Could local indie bands be taking the Filipino penchant for imitation to a whole new level? If in the 1980s, Filipino bands proved their musical worth by sounding what in the vernacular was termed placado or like an exact replica of the song they were covering, then at present, are musicians trying to earn their chops by hopping on to the indie bandwagon, and composing music that resembles what they have come across on Pitchfork, Stereogum or the like?

Contacted for comment, Toti Dalmacion of Terno Recordings who could be credited with starting the whole local indie scene from the early-90s with his radio show, Groove Nation Sessions through to the noughties with the development of such acts as Up Dharma DownEncounters with a YetiSleepwalk Circus and The Charmes under his label, says that the current state of play is good and usually bad at the same time. The man, who has seen everything before and worries that the scene he has helped nurture could become discredited, says the terrain could very easily be characterised as

a landfill when people accept everything “indie” as good and amazing… You have to remember “indie” here can mean Cynthia Alexander to Up Dharma Down and most of the time it’s the “process” and not the “sound”. While post-punk, post-rock and other age old terms are bandied about by these young-uns who want to show that they’re eclectic, I question the liking to just about anything as long as there’s some edge to it… It is inevitable though because of too many bands sprouting left and right due to technology and the web so you just need to sift through the landfill. [emphasis mine]

It’s a word of caution worth heeding. The scene could very easily resemble a pseudo-modernist rendition of post-modern pastiche. Luminaries like Toti can’t blame these indie acts though. Not really. As comedian Fred Armisen, whose impression of Ryan Schreiber the founder of Pitchfork in the show Portlandia was the topic of conversation, said to a reporter from that outfit, at least they were trying. But could there be such a thing as trying too hard?

Reprinted with permission from The Scenester. Read the rest of the article here.

‘Sup? Major! Major!

Yet another failed quest for a Ms Universe title elicits a few reflections on the supposed shallowness of Filipino mores and culture.

Twice the favorite and twice spurned: in the dating world, such a disappointing result as that suffered by the Philippines’ past two contestants in successive rounds of the Ms Universe pageant would elicit some deep questioning of the self. “What’s wrong with me?” would be the burning question. And it is.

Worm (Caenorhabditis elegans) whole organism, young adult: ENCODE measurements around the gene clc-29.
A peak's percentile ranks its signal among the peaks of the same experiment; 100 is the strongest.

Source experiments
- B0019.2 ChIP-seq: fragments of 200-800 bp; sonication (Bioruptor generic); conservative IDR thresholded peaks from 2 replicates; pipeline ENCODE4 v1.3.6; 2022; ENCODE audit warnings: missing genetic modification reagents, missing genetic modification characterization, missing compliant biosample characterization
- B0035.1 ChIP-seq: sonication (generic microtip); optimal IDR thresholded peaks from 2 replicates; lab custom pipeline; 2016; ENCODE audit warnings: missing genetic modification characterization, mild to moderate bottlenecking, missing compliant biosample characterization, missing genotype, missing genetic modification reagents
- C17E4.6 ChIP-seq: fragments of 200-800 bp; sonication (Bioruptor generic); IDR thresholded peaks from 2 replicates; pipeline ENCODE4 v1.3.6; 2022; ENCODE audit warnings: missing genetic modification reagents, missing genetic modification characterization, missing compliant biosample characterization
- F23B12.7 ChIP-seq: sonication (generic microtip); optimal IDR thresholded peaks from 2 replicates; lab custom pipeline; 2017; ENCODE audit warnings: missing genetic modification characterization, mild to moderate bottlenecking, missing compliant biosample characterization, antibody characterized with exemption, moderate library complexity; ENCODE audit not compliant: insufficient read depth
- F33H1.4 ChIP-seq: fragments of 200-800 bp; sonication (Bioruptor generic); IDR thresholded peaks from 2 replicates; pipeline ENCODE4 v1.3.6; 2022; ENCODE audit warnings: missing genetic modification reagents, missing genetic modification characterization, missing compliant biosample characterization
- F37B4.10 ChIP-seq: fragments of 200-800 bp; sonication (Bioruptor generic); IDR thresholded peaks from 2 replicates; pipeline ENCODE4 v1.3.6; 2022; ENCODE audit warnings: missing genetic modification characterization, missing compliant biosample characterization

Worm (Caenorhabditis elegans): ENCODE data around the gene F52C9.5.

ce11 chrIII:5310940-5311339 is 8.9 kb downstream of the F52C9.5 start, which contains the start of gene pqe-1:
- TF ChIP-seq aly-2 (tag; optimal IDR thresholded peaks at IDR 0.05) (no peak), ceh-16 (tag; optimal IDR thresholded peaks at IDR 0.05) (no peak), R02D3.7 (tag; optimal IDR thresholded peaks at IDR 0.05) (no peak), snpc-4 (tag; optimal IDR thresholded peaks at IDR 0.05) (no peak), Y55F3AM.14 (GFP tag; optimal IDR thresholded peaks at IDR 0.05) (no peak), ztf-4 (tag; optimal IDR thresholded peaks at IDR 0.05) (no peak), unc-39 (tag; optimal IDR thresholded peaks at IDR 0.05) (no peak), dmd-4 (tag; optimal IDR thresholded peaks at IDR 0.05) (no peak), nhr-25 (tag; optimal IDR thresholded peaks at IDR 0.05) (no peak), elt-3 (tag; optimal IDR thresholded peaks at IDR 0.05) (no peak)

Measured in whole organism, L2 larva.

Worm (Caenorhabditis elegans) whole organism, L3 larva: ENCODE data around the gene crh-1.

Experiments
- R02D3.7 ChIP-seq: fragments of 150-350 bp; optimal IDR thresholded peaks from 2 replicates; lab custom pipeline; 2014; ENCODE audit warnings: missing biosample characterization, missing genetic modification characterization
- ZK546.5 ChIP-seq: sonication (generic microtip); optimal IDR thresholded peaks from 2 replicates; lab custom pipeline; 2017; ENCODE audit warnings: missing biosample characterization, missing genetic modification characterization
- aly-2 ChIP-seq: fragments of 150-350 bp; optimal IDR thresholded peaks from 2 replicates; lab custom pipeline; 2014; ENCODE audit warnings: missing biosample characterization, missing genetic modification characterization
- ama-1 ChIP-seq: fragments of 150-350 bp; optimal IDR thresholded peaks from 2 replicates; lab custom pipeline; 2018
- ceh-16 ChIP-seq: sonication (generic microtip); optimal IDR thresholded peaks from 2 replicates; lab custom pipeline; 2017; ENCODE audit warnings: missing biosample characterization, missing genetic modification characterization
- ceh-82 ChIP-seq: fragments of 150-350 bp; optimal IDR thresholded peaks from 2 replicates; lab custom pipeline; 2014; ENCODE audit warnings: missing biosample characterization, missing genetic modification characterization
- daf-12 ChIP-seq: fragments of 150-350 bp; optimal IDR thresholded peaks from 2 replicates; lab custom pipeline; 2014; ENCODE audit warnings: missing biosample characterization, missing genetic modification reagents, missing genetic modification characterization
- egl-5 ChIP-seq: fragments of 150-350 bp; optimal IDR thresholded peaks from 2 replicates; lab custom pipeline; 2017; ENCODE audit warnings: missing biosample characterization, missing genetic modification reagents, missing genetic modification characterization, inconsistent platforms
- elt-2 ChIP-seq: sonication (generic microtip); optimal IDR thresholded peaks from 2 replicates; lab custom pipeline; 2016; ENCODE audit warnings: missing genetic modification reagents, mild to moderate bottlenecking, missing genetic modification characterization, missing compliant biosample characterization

For the second year in a row, many commentators believe that the Philippine contestant missed out on being crowned Ms Universe due to less than satisfactory answers in the Q&A round. The first attempt went under when Venus Raj answered the question, “what is one big mistake you have made in your life?” with something like there had been no “major, major” stuff ups in her life so far (questioning the premise that she would even commit one) thanks to her parents’ influence and social upbringing.

That answer led many to surmise that the Q&A segment was not the Philippines’ strong suit. This year that point was made all the more clear by the simple fact that our contestant, Shamcey Supsup, having graduated at the top of her class at a leading university, should have had all the mental faculties to grapple with the question posed to her, and yet she still failed to impress.

For the benefit of those who haven’t followed events so far, the question was, “would you change your religious beliefs to marry the person you loved?” And the answer given by Ms Supsup was, “If I had to change my religious beliefs, I would not marry the person that I love. Because the first person that I love is God, who created me, and I have my faith and principles, and this is what makes me who I am. If that person loves me, he should love my God, too.

Now as one column opined, Supsup was “robbed” of the crown for providing a “Christian” answer. Certainly, if that were the case, then most Filipinos would agree with the premise that the question was loaded and that the judges were biased. But was that really the case?

The question posed to Ms Supsup did not make religious conversion a requirement for matrimony. It wasn’t prefaced with, “If you had to change your religious views…” as Shamcey’s answer was. It left room for her to still maintain her religious beliefs while entering an interfaith marriage. The question was about whether she would (voluntarily, if at all) change her religious affiliation to please her spouse and presumably fit in within his religious community.